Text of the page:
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Undecided 36%
Elizabeth Warren22%
Joe Biden13%
Bernie Sanders8%
Kamala Harris8%

Mon Jun 10, 2019, 05:06 PM

 

Biden gambles on high-risk primary strategy

If it seems like the former veep is running for the nomination of a different party than the rest of his rivals, that’s because he is.

From his schedule, his messaging, to policy positions, the former vice president is carving a divergent path through the primaries based on a theory that few of his rivals appear to believe — that the Democratic base isn’t nearly as liberal or youthful as everyone thinks.

“He is keeping his eye on becoming the nominee. And the more important thing, if you do become the nominee, you have to win the Electoral College in places like Pennsylvania and Ohio,” said Jim Mowrer, who ran veterans issues in Iowa for Biden’s 2008 presidential race. “If you’re only speaking to a specific group in the Democratic Party, those things are not going to be appealing to the general electorate.”

“The fact of the matter is the vast majority of the members of the Democratic Party are still basically liberal to moderate Democrats in the traditional sense,” he told reporters in early April. Privately, several Biden advisers acknowledge that their theory of the case is rooted in polling data and voting trends that are in plain sight. They contend that the idea of a hyper-progressive Democratic electorate is advanced inaccurately by a media stuck in a bubble propagated by Twitter, and out of touch with the average rank-and-file Democrat.

Biden’s team points to recent polls, showing that a majority of the Democratic primary electorate identify as moderate or conservative, 56 percent is over 50 and nearly 60 percent are not college educated. And they point to the results of the 2018 midterm elections that they say saw moderate Democrats win their congressional and state primaries.

https://www.politico.com/story/2019/06/10/joe-biden-democrats-2020-strategy-1358530
If I were to vote in a presidential
primary today, I would vote for:
Undecided

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Reply Biden gambles on high-risk primary strategy (Original post)
left-of-center2012 Jun 2019 OP
comradebillyboy Jun 2019 #1
qazplm135 Jun 2019 #2
uawchild Jun 2019 #3
left-of-center2012 Jun 2019 #4
uawchild Jun 2019 #6
MineralMan Jun 2019 #5
uawchild Jun 2019 #7
MineralMan Jun 2019 #8
uawchild Jun 2019 #9

Response to left-of-center2012 (Original post)

Mon Jun 10, 2019, 05:17 PM

1. High risk strategy? I think not.

 

If anything, Biden might be playing it too safe.
If I were to vote in a presidential
primary today, I would vote for:
Undecided

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Response to left-of-center2012 (Original post)

Mon Jun 10, 2019, 05:18 PM

2. high risk?

 

I'd say it is his only path.

He's not going to out-progressive anyone. To try would be to expose himself as a vast hypocrite.
He's going to have to run as he is, a moderate.
He can and I suspect will tweak it here and there, talking in ways that embrace progressivism in some areas, with a few calculated flips (like Hyde). But ultimately, to have a shot, he has to run in a way that doesn't involve a wholesale manufacturing of who is.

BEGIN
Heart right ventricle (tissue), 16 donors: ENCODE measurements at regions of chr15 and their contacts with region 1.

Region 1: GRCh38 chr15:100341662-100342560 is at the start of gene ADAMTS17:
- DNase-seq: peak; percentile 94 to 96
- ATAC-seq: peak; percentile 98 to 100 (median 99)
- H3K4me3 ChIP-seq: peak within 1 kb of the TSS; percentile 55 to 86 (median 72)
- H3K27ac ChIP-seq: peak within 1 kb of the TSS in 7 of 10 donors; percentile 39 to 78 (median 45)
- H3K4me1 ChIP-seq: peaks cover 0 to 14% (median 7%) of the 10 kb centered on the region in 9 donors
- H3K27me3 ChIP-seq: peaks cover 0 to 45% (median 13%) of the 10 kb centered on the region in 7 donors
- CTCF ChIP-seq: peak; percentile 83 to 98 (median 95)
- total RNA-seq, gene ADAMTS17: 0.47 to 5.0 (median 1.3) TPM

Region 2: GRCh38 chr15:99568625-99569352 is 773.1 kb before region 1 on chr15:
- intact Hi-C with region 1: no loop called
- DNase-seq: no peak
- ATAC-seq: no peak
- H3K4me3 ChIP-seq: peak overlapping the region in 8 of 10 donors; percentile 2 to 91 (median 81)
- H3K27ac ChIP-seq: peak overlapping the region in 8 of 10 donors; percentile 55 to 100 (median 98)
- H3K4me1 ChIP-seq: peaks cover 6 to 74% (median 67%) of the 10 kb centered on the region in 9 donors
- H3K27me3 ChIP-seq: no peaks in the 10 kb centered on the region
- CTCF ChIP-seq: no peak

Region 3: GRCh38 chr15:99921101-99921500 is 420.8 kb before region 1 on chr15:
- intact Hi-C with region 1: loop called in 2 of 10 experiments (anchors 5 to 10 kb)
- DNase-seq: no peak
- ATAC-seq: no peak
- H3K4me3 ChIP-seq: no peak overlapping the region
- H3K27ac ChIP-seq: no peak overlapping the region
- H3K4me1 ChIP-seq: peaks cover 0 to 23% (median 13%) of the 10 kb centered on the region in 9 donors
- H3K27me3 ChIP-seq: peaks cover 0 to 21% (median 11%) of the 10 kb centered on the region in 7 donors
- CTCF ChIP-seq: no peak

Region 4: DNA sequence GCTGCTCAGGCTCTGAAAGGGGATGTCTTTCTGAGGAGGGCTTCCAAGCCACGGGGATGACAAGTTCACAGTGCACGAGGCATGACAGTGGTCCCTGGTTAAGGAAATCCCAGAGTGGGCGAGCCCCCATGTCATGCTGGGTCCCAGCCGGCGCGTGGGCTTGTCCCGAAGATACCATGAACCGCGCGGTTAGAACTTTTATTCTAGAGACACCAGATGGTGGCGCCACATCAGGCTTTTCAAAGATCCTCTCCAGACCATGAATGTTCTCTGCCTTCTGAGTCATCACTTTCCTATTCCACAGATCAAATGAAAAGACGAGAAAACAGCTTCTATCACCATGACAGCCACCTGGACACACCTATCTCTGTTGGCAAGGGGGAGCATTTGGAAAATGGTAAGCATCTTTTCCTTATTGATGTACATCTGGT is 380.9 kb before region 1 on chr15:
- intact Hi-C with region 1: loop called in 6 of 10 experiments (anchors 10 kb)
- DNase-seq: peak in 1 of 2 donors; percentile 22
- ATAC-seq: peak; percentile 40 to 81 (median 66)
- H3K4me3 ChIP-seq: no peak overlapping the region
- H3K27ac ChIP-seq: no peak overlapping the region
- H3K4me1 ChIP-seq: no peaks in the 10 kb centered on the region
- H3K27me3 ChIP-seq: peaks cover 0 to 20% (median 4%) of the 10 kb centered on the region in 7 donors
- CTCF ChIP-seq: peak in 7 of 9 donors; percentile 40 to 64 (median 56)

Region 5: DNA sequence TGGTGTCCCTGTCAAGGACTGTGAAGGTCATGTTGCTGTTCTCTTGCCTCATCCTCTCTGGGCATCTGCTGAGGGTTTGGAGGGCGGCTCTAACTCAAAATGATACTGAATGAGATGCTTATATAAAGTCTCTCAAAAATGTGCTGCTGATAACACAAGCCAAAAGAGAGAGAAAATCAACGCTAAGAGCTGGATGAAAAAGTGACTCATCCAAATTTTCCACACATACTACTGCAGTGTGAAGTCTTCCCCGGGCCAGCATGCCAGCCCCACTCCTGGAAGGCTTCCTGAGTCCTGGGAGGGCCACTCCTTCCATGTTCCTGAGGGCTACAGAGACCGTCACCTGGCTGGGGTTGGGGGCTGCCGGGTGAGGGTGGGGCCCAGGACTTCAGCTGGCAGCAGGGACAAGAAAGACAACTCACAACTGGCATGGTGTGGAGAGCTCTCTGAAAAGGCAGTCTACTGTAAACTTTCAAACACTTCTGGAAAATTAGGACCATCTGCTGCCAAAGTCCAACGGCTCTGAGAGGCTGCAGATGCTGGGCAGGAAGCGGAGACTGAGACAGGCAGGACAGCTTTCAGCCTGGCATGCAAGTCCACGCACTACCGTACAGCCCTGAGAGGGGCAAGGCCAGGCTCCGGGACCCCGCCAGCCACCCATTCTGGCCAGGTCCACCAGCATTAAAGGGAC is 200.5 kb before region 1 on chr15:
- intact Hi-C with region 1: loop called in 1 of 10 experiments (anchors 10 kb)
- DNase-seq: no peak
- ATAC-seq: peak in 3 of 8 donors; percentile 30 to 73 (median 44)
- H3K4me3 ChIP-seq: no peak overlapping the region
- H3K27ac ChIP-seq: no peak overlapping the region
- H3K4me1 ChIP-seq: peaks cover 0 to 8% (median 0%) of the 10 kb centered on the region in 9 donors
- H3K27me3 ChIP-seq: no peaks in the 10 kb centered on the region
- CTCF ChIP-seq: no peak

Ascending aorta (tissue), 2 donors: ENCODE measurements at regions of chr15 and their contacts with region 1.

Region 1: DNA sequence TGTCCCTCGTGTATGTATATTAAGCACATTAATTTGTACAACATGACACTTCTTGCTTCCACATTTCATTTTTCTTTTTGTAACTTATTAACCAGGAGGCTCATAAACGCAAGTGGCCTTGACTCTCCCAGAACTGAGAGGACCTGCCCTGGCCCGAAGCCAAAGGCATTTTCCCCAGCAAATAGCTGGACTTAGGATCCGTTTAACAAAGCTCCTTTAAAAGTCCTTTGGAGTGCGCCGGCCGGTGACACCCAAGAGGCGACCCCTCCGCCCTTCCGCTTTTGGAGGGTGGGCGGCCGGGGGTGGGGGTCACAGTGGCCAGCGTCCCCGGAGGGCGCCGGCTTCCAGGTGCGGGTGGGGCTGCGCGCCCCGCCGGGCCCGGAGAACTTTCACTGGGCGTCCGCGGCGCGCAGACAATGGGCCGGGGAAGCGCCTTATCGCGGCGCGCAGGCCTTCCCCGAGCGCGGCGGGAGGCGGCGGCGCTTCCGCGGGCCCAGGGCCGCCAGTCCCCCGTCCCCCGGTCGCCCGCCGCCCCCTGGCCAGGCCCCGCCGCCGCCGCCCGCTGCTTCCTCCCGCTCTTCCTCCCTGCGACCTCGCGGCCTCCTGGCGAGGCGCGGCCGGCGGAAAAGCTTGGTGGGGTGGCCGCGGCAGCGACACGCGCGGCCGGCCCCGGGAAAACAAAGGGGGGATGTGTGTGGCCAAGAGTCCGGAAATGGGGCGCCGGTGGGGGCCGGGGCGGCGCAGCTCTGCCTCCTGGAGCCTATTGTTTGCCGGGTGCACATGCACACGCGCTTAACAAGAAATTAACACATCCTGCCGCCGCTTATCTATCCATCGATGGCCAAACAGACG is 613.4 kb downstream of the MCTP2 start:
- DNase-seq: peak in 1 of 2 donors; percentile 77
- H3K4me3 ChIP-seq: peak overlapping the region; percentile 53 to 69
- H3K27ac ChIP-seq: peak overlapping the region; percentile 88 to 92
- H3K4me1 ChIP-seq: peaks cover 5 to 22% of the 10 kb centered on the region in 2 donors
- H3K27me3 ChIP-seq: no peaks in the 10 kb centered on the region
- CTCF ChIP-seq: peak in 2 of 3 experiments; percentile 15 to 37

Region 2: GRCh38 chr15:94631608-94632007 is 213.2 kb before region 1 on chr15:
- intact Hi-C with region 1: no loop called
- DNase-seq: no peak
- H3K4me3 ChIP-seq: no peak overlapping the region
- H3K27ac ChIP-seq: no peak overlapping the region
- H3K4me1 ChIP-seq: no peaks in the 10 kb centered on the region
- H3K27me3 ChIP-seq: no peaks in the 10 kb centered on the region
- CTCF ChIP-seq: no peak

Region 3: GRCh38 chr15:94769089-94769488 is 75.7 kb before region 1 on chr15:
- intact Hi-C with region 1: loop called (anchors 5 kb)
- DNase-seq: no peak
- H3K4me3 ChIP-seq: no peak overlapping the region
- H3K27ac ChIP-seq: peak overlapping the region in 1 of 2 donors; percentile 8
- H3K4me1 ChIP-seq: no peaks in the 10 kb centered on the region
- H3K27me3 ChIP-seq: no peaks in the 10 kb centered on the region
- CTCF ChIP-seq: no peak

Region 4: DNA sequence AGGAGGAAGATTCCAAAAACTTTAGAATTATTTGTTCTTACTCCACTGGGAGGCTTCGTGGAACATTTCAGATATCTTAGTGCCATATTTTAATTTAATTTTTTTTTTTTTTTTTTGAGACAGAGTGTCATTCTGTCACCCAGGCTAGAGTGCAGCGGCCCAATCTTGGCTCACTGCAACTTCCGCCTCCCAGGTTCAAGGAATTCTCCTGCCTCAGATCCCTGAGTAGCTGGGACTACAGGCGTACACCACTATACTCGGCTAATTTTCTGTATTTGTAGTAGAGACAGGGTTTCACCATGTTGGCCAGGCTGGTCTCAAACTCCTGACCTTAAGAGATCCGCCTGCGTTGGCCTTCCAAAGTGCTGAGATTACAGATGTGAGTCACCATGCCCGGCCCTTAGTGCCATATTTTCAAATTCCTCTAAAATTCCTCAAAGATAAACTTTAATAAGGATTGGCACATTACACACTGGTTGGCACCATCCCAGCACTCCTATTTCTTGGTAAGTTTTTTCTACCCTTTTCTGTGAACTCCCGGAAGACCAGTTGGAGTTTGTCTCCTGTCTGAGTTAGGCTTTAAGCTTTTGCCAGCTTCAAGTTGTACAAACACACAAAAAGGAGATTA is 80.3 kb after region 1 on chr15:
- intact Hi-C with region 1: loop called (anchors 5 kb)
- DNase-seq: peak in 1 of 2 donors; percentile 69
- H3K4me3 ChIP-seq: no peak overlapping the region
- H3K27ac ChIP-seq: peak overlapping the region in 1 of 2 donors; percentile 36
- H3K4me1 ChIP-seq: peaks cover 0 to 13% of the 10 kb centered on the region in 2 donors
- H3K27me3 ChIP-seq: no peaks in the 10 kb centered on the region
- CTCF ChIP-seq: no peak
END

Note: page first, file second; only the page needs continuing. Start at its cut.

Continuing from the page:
Whether it works or not? Eh, 50/50 probably.
If I were to vote in a presidential
primary today, I would vote for:
Kamala Harris

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Response to left-of-center2012 (Original post)

Mon Jun 10, 2019, 05:19 PM

3. Turning off the progressive wing is actually the biggest risk for Biden

 

Despite what Biden's campaign is betting on, the Democratic Party has grown more liberal:
As the starting-gun sounds in the race for the Democratic presidential nomination, many people believe that the Democratic Party is more liberal than it used to be. And they’re right, at least if you go by how rank-and-file Democrats characterize themselves. But, as we will see, this complicates Democrats’ efforts to take back the White House in 2020.

A bit of history is in order. A quarter of a century ago, when President Bill Clinton was in the White House and governing as a “new” Democrat, the Democratic party was not a liberal party. In fact, back then, 25 percent of Democrats regarded themselves as liberal, 25 percent as conservative, and 48 percent as moderate. In contrast, as of 2018, the party’s liberal cohort had doubled to 51 percent, while the conservative share of the party had been cut in half to just 13 percent, and the moderates had shrunk by one-third, to 34 percent.

https://www.brookings.edu/blog/fixgov/2019/01/11/the-liberal-faction-of-the-democratic-party-is-growing-new-polling-shows/
If I were to vote in a presidential
primary today, I would vote for:
Cory Booker

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Response to uawchild (Reply #3)

Mon Jun 10, 2019, 05:23 PM

4. "the progressive wing is pulsing with energy"

 

You left this part out:

"They contend that the idea of a hyper-progressive Democratic electorate is advanced inaccurately by a media stuck in a bubble propagated by Twitter, and out of touch with the average rank-and-file Democrat."